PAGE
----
Talavera was typical of so many Peninsular battles; a closely-fought affair that was a pyrrhic victory for the Anglo-allied forces, leading as it did to a withdrawal and continuation of the long and costly war. Andrew Field’s book has a structure that will be familiar to many readers, comprising chapters of background, the armies, the commanders, detailed chapters dealing with the battle itself and the aftermath. In addition to these is a chapter on tactics, orders of battle and a tour of the battlefield.

The introduction and first chapter provide the background to the Talavera campaign. This will be of some use and interest to the general reader or ‘student’ of the period who knows little about the Peninsular and this campaign, but is too cursory to be of much use to others. This is disappointing as it results in the usual description found in any overview, presenting nothing either new or insightful. The content could have been covered in a paragraph or two about the campaign introducing the first chapter.
The book improves dramatically with the chapter two, ‘The Armies’. In this chapter the general, overview material that typified the introduction and first chapter gives way to some detail and interesting quotes including material that I, at least, have not seen before. For example, we were only discussing at the ANF the other day about whether to include rules for the ‘typically’ uncontrollable British cavalry in our preferred ruleset, debating how much of this is fact compared with wargamers’ myth perpetuated by successive rule-writers. From what Andrew Field presents, it appears that a combination of the two is probably correct. Another interesting detail that he presents are the figures on the numbers of horses required per gun and per battery. This is not something that I have considered before and it highlights the logistical and practical problems of campaigning in the period, especially in the Peninsula. This balanced, critical approach is continued in the subsequent chapter on ‘The Commanders’.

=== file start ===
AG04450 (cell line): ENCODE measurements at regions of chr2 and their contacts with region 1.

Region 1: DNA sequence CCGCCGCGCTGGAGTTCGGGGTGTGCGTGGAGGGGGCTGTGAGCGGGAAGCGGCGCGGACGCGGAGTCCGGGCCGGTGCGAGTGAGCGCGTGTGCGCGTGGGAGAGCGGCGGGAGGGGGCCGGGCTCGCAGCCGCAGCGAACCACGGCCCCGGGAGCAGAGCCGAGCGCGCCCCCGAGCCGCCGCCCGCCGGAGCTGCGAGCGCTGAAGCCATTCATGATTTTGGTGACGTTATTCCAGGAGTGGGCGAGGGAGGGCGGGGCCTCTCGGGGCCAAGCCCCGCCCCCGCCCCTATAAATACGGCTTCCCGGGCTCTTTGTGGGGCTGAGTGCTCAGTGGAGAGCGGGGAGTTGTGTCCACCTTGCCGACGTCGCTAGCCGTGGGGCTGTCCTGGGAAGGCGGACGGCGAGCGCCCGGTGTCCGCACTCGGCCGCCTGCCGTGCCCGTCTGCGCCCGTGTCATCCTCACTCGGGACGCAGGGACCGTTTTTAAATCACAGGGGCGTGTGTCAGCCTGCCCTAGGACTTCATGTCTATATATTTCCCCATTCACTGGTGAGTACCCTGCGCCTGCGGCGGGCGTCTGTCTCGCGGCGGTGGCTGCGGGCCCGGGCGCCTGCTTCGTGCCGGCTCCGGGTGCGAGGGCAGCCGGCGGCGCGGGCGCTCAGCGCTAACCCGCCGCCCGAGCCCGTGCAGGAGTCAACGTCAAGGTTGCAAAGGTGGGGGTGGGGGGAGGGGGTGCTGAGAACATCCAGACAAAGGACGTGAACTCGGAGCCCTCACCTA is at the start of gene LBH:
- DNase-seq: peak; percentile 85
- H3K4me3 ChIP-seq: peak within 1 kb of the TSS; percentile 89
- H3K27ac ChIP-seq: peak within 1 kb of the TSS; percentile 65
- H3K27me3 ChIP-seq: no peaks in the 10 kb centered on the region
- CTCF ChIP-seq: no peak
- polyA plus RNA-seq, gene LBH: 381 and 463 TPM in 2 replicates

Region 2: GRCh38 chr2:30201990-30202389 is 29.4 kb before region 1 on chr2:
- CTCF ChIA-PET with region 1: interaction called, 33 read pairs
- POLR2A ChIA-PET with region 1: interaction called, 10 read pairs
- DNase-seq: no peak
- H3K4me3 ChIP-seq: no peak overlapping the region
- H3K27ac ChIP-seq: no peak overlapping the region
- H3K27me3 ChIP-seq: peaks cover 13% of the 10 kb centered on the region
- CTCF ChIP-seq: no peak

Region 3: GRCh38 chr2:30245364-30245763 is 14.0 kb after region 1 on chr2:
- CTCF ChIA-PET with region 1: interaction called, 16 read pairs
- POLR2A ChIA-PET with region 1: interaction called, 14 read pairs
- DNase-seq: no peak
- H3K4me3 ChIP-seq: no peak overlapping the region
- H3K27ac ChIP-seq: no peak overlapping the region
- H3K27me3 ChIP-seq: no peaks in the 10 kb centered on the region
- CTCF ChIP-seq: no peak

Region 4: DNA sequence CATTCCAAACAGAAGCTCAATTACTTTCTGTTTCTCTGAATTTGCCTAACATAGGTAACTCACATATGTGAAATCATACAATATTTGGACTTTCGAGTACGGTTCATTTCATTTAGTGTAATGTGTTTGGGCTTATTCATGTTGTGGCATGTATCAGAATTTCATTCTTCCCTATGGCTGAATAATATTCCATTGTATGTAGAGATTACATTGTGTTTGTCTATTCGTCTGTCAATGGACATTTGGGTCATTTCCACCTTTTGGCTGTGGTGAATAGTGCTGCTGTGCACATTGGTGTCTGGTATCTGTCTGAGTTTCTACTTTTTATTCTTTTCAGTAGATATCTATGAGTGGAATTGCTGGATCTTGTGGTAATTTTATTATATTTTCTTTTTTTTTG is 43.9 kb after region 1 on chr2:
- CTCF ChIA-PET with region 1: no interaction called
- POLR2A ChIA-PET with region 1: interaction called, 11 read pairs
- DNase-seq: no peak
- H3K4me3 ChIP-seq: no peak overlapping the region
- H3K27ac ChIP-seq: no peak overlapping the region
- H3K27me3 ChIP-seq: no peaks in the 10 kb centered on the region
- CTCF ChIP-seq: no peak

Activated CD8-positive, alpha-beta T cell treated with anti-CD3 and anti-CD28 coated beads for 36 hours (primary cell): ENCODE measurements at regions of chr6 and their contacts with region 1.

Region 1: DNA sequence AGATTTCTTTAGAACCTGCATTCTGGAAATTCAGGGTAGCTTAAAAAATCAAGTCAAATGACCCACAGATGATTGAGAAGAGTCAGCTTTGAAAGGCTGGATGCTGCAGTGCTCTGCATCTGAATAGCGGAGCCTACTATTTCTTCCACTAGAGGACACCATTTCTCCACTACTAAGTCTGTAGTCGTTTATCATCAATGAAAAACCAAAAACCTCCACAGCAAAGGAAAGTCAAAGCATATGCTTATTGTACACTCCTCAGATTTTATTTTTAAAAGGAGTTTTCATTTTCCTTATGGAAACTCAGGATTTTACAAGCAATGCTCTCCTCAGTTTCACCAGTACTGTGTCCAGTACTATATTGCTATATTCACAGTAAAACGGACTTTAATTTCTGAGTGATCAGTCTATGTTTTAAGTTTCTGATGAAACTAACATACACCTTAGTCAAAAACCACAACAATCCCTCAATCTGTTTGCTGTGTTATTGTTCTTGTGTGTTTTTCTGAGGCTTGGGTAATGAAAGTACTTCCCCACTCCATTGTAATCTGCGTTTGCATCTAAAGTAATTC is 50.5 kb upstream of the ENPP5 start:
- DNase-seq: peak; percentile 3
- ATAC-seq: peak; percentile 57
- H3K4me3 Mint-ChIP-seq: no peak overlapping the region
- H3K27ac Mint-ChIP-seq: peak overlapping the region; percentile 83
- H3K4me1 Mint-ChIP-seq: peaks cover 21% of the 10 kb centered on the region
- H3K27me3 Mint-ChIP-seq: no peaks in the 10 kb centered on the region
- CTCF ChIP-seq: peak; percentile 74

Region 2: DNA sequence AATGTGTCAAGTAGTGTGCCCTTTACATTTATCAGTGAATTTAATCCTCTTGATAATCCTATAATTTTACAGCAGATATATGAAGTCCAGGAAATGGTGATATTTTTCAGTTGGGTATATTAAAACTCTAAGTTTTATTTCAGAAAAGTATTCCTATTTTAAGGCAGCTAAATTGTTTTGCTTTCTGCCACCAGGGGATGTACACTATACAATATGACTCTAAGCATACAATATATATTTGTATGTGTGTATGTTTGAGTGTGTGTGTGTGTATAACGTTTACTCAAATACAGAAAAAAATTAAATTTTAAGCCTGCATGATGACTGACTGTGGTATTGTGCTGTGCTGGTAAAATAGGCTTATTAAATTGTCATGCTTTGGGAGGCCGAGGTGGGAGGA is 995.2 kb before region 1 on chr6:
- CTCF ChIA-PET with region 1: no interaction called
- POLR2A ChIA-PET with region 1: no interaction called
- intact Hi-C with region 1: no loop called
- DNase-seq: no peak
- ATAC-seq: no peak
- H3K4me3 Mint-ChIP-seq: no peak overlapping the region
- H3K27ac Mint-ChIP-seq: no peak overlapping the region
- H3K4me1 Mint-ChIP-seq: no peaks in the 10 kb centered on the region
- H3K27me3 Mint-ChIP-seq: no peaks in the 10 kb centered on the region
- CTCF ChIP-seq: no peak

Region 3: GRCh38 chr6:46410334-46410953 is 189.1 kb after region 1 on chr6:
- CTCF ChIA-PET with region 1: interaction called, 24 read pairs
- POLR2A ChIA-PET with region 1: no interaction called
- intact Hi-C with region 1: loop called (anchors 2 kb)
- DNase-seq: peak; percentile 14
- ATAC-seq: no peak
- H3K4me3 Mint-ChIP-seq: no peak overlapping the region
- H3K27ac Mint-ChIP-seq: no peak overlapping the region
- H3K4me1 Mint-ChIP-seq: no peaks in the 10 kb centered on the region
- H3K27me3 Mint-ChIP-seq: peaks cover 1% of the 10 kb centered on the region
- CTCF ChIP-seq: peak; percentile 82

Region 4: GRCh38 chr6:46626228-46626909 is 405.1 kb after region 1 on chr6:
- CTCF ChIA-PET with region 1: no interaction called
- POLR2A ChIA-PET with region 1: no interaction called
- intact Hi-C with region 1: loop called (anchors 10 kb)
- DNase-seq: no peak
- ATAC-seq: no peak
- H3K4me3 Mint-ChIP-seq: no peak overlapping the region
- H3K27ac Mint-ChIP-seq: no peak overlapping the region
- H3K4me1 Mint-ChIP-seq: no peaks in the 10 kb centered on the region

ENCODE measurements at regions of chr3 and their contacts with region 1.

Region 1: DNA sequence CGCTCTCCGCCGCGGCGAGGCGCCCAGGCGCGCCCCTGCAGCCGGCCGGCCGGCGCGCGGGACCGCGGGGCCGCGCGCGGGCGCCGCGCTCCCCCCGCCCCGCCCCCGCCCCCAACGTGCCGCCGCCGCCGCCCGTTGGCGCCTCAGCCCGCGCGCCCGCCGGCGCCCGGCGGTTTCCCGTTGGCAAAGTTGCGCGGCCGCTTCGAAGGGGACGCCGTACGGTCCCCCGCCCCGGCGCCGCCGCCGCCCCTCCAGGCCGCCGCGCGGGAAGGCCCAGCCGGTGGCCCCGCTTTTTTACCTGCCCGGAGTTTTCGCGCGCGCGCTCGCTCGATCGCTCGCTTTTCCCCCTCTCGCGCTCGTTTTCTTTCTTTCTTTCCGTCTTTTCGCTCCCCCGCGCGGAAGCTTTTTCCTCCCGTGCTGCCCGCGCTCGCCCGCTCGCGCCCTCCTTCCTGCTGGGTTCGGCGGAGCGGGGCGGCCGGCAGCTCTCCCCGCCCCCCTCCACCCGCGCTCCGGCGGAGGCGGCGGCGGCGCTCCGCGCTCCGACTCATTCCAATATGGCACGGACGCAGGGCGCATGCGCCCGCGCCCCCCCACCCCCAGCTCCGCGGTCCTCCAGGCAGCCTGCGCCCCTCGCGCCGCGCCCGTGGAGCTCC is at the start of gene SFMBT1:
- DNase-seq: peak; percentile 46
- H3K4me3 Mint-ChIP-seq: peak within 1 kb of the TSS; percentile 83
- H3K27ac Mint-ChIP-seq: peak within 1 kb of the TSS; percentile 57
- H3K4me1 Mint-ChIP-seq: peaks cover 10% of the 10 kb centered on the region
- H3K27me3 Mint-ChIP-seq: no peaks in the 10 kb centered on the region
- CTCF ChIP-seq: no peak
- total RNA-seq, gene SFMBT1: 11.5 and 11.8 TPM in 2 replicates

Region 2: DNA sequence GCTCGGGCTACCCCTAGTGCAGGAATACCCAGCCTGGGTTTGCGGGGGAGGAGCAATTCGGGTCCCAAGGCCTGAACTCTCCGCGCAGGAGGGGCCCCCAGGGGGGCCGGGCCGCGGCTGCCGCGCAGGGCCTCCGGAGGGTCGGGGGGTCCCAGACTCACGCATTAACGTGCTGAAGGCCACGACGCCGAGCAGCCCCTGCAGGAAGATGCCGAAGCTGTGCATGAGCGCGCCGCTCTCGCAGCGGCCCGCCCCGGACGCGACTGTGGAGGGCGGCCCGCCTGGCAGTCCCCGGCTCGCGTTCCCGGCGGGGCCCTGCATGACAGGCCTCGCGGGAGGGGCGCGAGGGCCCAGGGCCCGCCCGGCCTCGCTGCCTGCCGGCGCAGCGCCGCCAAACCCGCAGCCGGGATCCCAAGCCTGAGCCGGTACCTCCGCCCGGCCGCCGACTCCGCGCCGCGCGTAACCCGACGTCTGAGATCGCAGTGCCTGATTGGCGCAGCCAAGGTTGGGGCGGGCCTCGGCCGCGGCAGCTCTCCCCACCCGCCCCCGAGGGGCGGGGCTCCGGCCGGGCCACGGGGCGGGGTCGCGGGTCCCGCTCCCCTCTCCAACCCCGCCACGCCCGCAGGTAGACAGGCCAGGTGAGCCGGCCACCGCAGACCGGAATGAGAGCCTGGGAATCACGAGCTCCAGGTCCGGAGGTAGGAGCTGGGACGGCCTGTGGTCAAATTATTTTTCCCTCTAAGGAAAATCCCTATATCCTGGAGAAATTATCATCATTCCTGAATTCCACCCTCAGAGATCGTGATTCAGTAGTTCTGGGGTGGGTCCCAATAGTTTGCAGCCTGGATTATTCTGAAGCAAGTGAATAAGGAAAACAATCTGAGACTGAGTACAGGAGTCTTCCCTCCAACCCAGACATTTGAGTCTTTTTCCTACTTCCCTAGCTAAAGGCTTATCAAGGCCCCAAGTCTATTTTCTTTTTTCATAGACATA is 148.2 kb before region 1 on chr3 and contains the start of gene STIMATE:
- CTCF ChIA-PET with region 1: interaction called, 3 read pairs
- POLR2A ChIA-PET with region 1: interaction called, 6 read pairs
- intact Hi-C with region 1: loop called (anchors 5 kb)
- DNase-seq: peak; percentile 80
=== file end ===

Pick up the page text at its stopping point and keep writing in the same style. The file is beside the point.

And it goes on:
The book is worth reading for chapter four, ‘Tactics’, alone. Field seeks to refute the mis-information that was first generated by authors like Oman and has been perpetuated since then, especially amongst the early writers of rules for Napoleonic wargaming “...without being contested by further research until relatively recently” (page 49). As this quote states, his re-analysis is not new (featuring as it does in publications such as Elting’s “Swords Around a Throne” and in many issues of that fabulous magazine “Empires, Eagles and Lions”), but Mr Field presents it in a logical, concise and clearly articulated fashion.
The account of the battle itself is divided into three chapters. The first examines the night attack of 27th July. This is an oft-overlooked part of the battle which, Field suggests, is due to the poor performance of one of Wellington’s most trusted subordinates, General Hill. The next chapter covers the first, abortive French attack on the morning of 28th July, while the main attack of the afternoon and the aftermath are the subject of the third of these chapters. Throughout his description and analysis of the battle, Field refers to his chapter on tactics, providing an excellent reference point for the reader and one of the main bases for his critical assessments of the action (or in-action) of commanders and of the performance of troops at particular stages.